Saturday, August 11, 2012

Social status: the underground river

Status is a touchy subject in the West.  We spent a long time believing that nobles were fundamentally better than serfs, and nowadays most overt assertions of authority are considered gauche.  We don't bow to our president, and in most newer business settings we don't even use titles or honorifics: some companies take pride in everyone from janitor to CEO going by their first names.

But that doesn't mean that our society is an egalitarian utopia: parents are legally responsible for their kids, managers are responsible for their reports, police decide whether or not you get a ticket or go to jail.  And we expect people to be fair and judicious and limited in their exercise of authority, and to treat others as equals the rest of the time.  And overall I think that's a great way to operate.

More subtly, though, people also believe in respecting their elders, deferring to people with more experience, respecting "sweat equity", and special statuses like "I was here first".

This leads to a lot of ambiguity.  Should a rookie cop lecture a retired veteran about gun safety?  Should a new manager defer to a senior worker?  There are many stories about incautious Lieutenants trying to assert authority over salty old Sergeants.  Remember, all this has to be resolved without compromising our egalitarian ideals.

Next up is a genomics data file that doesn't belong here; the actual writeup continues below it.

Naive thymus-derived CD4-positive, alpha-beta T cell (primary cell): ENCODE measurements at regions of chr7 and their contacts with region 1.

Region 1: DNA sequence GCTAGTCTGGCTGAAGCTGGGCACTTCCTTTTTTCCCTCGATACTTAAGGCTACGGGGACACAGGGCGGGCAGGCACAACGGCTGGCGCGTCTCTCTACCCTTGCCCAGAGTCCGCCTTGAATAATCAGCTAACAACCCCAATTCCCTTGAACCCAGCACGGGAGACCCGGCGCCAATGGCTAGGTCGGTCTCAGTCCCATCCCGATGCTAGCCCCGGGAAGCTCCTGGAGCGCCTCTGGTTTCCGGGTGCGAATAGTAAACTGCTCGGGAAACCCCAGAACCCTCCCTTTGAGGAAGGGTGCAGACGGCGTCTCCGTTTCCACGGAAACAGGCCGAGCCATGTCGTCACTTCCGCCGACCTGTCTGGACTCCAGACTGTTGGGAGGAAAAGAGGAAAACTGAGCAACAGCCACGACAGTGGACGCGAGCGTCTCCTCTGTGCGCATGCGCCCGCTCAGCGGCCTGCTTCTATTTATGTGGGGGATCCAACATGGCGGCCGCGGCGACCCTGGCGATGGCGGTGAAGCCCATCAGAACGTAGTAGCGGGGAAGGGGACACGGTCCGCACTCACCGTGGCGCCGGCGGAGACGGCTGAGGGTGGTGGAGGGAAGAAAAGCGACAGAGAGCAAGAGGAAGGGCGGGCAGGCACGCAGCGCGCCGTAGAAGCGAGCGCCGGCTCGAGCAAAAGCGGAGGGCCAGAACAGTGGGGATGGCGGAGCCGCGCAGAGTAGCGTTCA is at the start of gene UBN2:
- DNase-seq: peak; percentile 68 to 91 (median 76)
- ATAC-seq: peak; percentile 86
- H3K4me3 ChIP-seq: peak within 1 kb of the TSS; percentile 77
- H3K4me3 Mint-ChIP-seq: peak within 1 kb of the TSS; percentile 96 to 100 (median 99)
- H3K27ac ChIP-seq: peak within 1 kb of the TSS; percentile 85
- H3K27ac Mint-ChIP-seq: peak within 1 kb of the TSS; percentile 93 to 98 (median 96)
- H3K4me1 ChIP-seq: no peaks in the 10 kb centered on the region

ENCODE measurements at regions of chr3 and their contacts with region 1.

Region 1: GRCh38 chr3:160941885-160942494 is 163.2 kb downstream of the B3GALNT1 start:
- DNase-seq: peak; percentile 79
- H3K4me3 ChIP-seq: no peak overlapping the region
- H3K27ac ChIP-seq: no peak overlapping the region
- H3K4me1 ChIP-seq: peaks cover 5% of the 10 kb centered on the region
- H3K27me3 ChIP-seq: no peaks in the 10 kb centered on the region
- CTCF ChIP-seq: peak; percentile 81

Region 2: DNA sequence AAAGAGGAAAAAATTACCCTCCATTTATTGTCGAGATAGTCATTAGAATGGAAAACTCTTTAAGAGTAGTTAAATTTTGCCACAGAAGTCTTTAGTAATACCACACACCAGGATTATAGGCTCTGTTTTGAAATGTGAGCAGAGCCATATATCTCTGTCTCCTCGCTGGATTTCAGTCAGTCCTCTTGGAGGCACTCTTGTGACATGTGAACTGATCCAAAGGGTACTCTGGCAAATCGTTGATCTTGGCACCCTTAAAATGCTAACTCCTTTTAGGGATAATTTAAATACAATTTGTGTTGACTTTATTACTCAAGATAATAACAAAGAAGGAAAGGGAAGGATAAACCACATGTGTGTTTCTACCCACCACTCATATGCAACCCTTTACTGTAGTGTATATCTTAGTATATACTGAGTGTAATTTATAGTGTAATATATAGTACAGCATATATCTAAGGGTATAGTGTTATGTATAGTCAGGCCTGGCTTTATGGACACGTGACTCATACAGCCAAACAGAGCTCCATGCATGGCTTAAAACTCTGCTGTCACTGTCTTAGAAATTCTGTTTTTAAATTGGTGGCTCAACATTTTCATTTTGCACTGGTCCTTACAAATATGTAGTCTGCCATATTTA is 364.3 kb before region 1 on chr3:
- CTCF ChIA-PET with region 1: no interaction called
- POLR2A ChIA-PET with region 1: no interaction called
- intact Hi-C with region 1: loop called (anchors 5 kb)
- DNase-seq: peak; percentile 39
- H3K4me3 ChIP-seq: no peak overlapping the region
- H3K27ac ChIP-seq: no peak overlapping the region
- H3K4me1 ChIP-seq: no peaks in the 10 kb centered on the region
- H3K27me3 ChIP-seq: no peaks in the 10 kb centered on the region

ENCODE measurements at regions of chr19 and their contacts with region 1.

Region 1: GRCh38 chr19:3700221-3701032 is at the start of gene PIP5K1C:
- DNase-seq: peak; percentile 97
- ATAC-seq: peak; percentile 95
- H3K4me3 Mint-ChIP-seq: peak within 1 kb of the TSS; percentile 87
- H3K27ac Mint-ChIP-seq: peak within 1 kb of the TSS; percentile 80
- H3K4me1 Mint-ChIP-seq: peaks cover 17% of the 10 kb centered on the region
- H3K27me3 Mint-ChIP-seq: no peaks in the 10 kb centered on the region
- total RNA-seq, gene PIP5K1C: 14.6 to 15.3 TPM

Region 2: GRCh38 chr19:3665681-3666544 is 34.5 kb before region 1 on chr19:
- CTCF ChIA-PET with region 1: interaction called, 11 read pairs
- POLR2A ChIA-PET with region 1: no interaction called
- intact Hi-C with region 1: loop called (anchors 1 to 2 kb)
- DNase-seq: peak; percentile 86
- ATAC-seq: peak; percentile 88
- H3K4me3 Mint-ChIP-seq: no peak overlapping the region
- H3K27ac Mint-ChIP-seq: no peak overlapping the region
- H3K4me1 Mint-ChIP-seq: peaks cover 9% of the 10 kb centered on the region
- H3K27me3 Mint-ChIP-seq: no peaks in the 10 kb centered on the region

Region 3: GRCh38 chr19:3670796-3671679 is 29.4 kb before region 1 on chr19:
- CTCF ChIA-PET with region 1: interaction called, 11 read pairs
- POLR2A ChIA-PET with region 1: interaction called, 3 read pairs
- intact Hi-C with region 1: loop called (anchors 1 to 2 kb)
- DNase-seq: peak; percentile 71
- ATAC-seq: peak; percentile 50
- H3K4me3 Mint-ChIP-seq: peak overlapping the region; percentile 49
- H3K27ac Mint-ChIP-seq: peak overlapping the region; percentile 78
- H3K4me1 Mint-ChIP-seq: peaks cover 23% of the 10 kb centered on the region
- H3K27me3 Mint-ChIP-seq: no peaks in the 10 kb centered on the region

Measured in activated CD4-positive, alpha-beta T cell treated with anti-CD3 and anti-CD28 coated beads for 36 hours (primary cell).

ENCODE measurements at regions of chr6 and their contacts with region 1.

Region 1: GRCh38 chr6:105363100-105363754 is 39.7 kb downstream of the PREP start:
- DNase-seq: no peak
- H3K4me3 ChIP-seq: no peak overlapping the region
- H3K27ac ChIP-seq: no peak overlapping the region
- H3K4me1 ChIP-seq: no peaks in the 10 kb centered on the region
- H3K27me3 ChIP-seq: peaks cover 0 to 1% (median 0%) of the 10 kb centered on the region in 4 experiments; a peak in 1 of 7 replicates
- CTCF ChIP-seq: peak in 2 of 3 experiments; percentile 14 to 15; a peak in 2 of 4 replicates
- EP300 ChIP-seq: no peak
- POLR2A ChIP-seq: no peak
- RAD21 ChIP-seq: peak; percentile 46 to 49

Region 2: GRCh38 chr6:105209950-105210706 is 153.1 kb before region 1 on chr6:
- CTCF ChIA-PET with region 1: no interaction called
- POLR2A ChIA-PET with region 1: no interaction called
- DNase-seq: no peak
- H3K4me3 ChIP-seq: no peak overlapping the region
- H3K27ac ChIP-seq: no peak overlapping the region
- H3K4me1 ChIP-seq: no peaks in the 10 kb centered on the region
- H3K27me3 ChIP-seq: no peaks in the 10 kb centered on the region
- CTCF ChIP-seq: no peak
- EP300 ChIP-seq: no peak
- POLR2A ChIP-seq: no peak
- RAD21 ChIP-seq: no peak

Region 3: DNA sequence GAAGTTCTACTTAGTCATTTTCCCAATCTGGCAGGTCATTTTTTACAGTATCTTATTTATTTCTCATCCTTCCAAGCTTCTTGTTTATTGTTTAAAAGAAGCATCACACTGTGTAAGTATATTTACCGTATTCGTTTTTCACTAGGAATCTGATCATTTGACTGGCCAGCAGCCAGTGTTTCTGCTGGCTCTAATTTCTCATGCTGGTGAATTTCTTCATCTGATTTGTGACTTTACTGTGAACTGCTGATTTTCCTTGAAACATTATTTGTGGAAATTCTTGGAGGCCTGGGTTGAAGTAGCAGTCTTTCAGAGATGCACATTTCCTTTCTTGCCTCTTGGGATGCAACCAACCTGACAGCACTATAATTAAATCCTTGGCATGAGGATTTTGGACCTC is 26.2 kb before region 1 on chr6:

Contrast Asian languages, where you literally can't get through a sentence without expressing status!  

In Cambodian, for example, the generic word for "you" is only used in formal documents.  Otherwise it's always "older sibling", "younger sibling", "aunt/uncle", "grandma/grandpa", or a dozen other titles.

The very best leaders are good at keeping everyone pointed in the right direction without ever offending our sense of egalitarianism.  But it's a tough skill to cultivate: I've spent hours writing emails that try to balance a clear vision for how I think things can move forward, and what I need from other people, without sounding like I'm trying to order them around or subvert their own judgment.  Even in writing this article, it's hard to balance conveying my enthusiasm in a confident and engaging way, while still encouraging people to question my assertions and contribute their own insights.

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